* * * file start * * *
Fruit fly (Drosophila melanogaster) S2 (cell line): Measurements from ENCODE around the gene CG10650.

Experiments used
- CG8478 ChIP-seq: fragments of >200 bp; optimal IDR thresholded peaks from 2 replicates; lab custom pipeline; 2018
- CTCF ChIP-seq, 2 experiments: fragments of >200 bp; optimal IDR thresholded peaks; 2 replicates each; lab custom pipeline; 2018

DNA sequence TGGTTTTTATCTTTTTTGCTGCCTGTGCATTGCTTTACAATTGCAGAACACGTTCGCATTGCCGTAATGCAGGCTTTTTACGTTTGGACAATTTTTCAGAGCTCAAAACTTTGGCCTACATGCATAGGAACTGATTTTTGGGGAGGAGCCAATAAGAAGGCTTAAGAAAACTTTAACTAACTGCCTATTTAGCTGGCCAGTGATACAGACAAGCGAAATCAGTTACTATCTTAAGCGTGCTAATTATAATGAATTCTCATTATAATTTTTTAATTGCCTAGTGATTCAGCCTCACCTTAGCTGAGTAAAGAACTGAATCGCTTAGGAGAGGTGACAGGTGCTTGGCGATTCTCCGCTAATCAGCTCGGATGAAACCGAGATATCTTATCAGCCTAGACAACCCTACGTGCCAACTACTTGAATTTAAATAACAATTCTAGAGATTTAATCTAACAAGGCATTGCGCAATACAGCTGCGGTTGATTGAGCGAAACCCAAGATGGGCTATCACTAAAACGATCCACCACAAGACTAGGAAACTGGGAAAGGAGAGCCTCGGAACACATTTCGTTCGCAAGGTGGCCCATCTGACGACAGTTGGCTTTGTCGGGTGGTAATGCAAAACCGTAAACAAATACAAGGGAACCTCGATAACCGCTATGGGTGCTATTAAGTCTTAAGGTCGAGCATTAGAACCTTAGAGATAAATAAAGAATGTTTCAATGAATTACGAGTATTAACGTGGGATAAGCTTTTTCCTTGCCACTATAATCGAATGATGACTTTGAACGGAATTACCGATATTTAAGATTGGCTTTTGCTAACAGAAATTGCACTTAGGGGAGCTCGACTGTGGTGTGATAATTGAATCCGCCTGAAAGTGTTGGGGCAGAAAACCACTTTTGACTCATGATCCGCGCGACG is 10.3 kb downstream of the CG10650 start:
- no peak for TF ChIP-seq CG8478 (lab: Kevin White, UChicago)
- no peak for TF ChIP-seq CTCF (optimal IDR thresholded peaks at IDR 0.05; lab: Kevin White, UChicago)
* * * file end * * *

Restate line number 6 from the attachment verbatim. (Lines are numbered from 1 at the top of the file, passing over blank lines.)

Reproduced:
- no peak for TF ChIP-seq CG8478 (lab: Kevin White, UChicago)